CHANGE Of MEANING
Word-meaning is liable to change in the course of the historical development of language. Changes of lexical meaning may be illustrated by a diachronic semantic analysis of many commonly used English words. The word fond (OE. fond) used to mean ‘foolish’, ‘foolishly credulous’; glad (OE, glaed) had the meaning of ‘bright’, ’shining’ and so on. Change of meaning has been thoroughly studied and as a matter of fact monopolised the attention of all semanticists whose work up to the early 1930’s was centered almost exclusively on the description and classification of various changes of meaning. Abundant language data can be found in almost all the books dealing with semantics. Here we shall confine the discussion to a brief outline of the problem as it is viewed in modern linguistic science. To avoid the ensuing confusion of terms and concepts it is necessary to discriminate between the causes of semantic change, the results and the nature of the process of change of meaning.1 These are three closely bound up, but essentially different aspects of one and the same problem. Discussing the causes of semantic change we concentrate on the factors bringing about -this change and attempt to find out why the word changed its meaning. Analysing the nature of semantic change we seek i See St. Ullmann. The Principles of Semantics. Chapter 8, Oxford, 1963. 28 to clarify the process of this change and describe how various changes of meaning were brought about. Our aim in investigating the results of semantic change is to find out what was changed, i.e. we compare the resultant and the original meanings and describe the difference between them mainly in terms of the changes of the denotational components. The factors accounting for semantic changes may be roughly subdivided into two groups: a) extra-linguistic and b) linguistic causes. By extra-linguistic causes we mean various changes in the life of the speech community, changes in economic and social structure, changes in ideas, scientific concepts, way of life and other spheres of human activities as reflected in word meanings. Although objects, institutions, concepts, etc. change in the course of time in many cases the soundform of the words which denote them is retained but the meaning of the words is changed. The word car, e.g., ultimately goes back to Latin carrus which meant ‘a four-wheeled wagon’ (ME. carre) but now that other means of transport are used it denotes ‘a motor-car’, ‘a railway carriage’ (in the USA), ‘that portion of an airship, or balloon which is intended to carry personnel, cargo or equipment’. Some changes of meaning are due to what may be described as purely linguistic causes, i.e. factors acting within the language system. The commonest form which this influence takes is the so-called ellipsis. In a phrase made up of two words one of these is omitted and its meaning is transferred to its partner. The verb to starve, e.g., in Old English (OE. steorfan) had the meaning ‘to die’ and was habitually used in collocation with the word hunger (ME. sterven of hunger). Already in the 16th century the verb itself acquired the meaning ‘to die of hunger’. Similar semantic changes may be observed in Modern English when the meaning of one word is transferred to another because they habitually occur together in speech. Another linguistic cause is discrimination of synonyms which can be illustrated by the semantic development of a number of words. The word land, e.g., in Old English (OE. land) meant both ’solid part of earth’s surface’ and ‘the territory of a nation’. When in the Middle English period the word country (OFr. contree) was borrowed as its synonym, the meaning of the word land was somewhat altered and ‘the territory of a nation’ came to be denoted mainly by the borrowed word country. Some semantic changes may be accounted for by the influence of a peculiar factor usually referred to as linguistic analogy. It was found out, e.g., that if one of the...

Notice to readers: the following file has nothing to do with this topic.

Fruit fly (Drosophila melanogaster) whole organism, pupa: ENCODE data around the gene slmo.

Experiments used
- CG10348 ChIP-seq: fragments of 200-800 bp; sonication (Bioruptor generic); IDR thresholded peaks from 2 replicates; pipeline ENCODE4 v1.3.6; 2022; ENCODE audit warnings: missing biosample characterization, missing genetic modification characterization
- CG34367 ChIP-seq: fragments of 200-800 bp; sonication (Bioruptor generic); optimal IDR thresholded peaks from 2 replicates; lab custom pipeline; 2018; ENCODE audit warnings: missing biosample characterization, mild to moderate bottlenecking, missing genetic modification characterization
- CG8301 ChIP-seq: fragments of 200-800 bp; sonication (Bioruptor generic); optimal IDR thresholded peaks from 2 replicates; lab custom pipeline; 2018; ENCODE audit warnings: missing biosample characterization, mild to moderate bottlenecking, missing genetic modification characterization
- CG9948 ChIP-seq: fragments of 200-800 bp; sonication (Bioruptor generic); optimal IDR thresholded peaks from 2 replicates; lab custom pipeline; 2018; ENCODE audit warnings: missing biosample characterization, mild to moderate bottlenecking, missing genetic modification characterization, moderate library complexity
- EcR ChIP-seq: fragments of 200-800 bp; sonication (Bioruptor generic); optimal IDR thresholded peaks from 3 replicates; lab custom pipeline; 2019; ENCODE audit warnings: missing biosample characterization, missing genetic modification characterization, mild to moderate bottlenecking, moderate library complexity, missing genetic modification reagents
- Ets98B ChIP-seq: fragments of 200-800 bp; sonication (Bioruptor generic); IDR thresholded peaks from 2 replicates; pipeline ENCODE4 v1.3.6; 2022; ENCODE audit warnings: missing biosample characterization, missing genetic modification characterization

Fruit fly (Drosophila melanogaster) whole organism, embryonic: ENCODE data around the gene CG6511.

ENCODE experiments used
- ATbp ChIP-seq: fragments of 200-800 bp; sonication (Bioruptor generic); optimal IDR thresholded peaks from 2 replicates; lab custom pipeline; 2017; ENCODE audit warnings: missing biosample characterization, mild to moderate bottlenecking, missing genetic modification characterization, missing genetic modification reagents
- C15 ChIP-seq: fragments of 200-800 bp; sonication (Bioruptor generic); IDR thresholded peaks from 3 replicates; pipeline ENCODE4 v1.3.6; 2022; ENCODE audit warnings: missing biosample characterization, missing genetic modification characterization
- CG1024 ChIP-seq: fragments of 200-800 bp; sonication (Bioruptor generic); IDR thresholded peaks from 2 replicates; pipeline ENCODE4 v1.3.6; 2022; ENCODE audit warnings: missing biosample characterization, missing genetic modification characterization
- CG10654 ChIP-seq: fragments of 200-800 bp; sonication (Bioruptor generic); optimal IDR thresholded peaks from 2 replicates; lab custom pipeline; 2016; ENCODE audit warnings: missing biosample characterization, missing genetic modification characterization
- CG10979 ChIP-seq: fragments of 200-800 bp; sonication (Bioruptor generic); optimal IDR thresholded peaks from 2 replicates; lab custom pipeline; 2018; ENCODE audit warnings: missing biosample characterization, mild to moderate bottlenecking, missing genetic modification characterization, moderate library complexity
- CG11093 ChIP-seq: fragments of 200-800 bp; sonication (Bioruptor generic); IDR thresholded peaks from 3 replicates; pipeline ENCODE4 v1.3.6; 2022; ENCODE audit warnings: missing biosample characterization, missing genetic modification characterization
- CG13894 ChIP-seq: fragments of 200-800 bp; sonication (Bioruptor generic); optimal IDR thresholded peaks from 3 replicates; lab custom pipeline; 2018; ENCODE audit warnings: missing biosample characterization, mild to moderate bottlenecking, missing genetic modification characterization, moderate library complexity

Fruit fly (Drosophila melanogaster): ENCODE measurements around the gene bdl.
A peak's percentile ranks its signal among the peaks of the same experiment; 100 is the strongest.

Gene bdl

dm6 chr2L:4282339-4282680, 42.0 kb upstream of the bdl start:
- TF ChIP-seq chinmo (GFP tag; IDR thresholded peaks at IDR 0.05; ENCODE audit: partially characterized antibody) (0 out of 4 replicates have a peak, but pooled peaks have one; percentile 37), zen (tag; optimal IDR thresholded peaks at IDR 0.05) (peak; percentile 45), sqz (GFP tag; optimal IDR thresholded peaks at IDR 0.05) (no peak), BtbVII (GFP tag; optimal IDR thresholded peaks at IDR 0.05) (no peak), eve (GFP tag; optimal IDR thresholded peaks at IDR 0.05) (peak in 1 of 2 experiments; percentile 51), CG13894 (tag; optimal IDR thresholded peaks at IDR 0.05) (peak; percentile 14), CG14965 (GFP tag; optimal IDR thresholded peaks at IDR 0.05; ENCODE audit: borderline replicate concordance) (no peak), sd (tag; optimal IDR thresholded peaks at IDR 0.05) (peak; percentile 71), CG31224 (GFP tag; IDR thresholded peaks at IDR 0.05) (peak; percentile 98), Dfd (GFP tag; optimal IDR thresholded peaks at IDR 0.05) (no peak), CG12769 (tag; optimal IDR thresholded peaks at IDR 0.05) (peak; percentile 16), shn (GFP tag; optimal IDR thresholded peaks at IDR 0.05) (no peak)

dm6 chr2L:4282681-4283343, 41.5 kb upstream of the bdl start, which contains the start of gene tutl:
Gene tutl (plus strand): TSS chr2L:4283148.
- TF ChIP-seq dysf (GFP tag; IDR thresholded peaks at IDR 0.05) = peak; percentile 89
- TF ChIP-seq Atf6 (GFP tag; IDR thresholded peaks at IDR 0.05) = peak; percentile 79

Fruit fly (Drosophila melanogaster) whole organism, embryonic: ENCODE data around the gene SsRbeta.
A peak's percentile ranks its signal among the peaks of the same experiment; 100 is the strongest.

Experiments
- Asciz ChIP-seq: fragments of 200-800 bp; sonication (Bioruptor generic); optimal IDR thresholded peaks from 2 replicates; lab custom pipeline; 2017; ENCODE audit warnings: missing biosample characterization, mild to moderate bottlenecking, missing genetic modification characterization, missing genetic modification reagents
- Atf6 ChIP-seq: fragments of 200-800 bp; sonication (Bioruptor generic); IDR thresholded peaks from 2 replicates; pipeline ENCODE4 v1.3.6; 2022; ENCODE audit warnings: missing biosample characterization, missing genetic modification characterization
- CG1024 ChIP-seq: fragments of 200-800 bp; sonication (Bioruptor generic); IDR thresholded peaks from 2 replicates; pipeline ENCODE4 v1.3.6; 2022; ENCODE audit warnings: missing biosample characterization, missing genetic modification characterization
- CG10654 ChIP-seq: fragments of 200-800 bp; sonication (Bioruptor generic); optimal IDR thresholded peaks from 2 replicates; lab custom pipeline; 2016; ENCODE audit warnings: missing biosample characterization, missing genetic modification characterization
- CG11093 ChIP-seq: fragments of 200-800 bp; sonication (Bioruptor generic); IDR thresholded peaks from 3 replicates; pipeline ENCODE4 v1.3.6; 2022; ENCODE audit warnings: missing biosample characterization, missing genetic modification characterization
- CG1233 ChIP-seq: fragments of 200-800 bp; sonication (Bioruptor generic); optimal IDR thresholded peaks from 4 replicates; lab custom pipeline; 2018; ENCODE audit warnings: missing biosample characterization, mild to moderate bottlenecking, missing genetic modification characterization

Please join StudyMode to read the full document